Families seek release of sailors

Family members of six Sri Lankan sailors who are still being held hostage aboard the MV Albedo will launch a nationwide appeal today in a bid to raise enough money to free their men.

The sailors are among 15 crew still being held captive by Somali pirates on the hijacked ship, after seven Pakistani crew were freed last week.

The pirates released the Pakistanis in exchange for a US$1.1 million (Dh4m) ransom raised by Pakistani relatives and businessmen. The amount was part of a total $2.85m ransom that the pirates had demanded. They have refused to release all the sailors until their demands are met.

“We don’t want them to keep waiting and die there, we must do something,” said Fatima Farhana, a schoolteacher and the daughter of the ship’s second engineer, Segu Mohammed Bisthamy.

“I can’t express how difficult this is for us. This was supposed to be my father’s last sail. He wanted to rest, and now we have to try everything to get them back. It is really too sad for all our families.”

The hostages have been aboard the Malaysian-flagged cargo vessel since November 2010, when it was hijacked in the Gulf of Aden after leaving Jebel Ali port for Kenya.

Among the sailors still held captive are seven Bangladeshis, six Sri Lankans, an Indian and an Iranian. One Indian sailor was shot dead by pirates last year in an effort to pressure the Iranian owner to pay.

The Sri Lankan fund-raising drive aiming to raise $1m will begin today in Colombo with a media conference to be attended by relatives of the six Sri Lankan hostages.

The families have asked a former naval officer from their country to act as a mediator in talks with the pirates.

Worries about the safety of the remaining hijacked crew resurfaced after news spread about the brutality suffered by the freed Pakistani sailors.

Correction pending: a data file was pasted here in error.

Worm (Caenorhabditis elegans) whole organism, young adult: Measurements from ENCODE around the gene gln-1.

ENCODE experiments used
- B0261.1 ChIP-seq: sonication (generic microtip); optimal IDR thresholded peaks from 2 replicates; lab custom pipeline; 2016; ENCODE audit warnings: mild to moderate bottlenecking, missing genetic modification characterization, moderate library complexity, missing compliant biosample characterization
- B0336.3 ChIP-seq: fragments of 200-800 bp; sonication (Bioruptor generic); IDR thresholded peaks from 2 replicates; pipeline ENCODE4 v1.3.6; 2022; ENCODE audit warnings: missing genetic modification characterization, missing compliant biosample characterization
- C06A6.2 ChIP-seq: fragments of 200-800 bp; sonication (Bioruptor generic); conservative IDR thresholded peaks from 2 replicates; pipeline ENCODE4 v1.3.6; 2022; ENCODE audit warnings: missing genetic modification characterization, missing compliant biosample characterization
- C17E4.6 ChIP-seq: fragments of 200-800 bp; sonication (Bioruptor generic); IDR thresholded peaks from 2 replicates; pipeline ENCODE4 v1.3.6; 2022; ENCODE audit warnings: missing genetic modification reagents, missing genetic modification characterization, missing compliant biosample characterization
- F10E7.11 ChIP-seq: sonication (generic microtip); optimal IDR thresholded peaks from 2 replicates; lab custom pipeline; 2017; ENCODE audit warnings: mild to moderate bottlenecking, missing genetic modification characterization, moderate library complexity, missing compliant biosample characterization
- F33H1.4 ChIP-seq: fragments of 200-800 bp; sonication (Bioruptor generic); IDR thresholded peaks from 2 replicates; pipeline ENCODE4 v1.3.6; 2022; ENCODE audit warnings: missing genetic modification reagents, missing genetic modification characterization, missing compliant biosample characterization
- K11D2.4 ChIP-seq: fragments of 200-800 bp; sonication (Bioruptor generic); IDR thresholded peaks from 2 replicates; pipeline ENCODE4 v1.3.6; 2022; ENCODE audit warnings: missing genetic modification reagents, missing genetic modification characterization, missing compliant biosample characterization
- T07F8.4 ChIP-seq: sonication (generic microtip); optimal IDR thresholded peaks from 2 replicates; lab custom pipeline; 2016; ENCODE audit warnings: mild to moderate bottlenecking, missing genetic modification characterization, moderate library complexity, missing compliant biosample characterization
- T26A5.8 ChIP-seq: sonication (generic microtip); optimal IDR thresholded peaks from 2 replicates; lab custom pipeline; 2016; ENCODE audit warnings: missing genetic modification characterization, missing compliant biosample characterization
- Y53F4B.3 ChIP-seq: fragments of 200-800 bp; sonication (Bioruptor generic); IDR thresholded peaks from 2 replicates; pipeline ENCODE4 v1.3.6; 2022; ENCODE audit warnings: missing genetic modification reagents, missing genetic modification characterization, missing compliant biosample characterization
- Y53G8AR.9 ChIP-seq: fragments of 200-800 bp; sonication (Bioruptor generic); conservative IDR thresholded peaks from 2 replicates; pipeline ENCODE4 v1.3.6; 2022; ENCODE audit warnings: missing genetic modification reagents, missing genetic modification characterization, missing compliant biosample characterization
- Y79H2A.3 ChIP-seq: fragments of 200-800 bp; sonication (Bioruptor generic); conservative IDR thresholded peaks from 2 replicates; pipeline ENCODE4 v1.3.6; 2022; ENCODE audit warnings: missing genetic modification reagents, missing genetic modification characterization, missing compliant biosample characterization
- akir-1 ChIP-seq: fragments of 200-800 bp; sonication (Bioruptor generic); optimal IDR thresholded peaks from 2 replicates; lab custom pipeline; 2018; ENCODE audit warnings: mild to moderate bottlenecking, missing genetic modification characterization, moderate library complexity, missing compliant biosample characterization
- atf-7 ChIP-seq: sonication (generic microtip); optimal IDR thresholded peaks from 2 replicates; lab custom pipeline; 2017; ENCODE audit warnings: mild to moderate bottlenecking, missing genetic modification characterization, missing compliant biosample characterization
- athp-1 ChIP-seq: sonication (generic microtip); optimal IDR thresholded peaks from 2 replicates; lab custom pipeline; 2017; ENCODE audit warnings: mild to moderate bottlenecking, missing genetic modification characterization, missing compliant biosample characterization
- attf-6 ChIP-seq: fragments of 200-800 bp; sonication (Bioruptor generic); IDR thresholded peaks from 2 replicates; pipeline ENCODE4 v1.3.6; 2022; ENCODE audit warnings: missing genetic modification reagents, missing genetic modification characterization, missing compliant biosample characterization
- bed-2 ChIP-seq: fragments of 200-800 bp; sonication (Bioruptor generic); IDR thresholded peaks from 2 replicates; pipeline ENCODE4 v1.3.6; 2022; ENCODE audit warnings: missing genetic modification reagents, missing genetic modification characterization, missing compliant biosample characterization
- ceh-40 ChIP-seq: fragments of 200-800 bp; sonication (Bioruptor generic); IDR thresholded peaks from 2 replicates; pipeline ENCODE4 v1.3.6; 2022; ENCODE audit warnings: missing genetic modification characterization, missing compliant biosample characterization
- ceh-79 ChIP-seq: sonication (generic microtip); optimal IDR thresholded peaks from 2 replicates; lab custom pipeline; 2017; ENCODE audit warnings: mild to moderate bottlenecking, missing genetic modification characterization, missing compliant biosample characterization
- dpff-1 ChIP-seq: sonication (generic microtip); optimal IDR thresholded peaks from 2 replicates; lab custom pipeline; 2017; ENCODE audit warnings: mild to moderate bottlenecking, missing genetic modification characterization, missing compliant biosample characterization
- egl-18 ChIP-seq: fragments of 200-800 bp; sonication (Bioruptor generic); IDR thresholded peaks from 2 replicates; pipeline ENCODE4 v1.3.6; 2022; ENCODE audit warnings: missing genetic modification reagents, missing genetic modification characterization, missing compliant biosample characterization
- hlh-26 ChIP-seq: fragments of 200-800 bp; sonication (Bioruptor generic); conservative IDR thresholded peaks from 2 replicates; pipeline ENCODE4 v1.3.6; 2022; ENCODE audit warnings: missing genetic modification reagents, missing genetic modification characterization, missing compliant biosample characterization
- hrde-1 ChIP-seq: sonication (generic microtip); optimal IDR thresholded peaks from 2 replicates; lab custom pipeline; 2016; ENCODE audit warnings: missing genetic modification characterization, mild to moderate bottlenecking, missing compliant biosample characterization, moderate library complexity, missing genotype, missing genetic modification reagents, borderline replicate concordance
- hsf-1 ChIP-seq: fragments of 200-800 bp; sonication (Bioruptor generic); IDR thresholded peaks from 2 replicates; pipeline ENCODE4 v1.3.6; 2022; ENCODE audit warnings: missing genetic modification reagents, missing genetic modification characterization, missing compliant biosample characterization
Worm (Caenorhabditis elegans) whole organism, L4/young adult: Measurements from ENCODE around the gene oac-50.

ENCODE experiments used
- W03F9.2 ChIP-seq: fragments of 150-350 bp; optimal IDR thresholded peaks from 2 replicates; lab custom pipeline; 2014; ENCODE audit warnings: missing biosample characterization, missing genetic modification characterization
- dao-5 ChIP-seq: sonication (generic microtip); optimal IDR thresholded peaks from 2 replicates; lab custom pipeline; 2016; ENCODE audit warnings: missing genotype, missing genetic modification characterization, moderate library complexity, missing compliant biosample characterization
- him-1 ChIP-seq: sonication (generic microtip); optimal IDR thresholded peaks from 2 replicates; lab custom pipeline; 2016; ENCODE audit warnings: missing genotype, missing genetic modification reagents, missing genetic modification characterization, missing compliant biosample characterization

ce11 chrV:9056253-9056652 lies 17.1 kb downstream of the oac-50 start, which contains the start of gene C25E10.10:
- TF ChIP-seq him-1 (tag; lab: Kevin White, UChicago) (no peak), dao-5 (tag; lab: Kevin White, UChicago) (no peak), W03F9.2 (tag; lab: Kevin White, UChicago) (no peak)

Mr Bisthamy called his wife in Colombo shortly before the Pakistani crew were released, asking her to talk to the government.

“A day before the Pakistanis were freed, my dad talked to my mum and asked her to go to the president. He said, ‘Try to do something,'” recalled Mrs Farhana.

“We have tried to reach the government but we had no success, so now we are going to the media and to Sri Lankan people anywhere in the world, asking if they can assist us.”

Mr Bisthamy’s family has relatives in Dubai, and he had previously worked with a Dubai-registered merchant vessel.

Jawaid Khan, the MV Albedo captain who was among those freed, and Ahmed Chinoy, the lead negotiator, have also pledged to help.

“I will do my best to get these men free,” Mr Chinoy said. “The pressure on the men and their families is extreme and people from all communities should come forward.”

The 15 hostages had sent a letter to Mr Chinoy through the freed Pakistani sailors, warning that they would not survive the difficult conditions on the ship, and pleading with him to continue his efforts to free them.

Meanwhile, Mrs Farhana worries about the health of her father, who turns 60 this year.

Mr Bisthamy has a weak arm due to an earlier accident, and she is anxious after learning about the random firing and severe beating the Pakistani crew endured.

“I think he was shot in the hand, but he is not telling us everything when he calls,” she said.

“He doesn’t want to upset us. My father had some responsibilities because our family home is mortgaged with the bank, so he wanted to save some money. Now, we must borrow again. But money and our income does not matter. We just want our dad back.” (The National)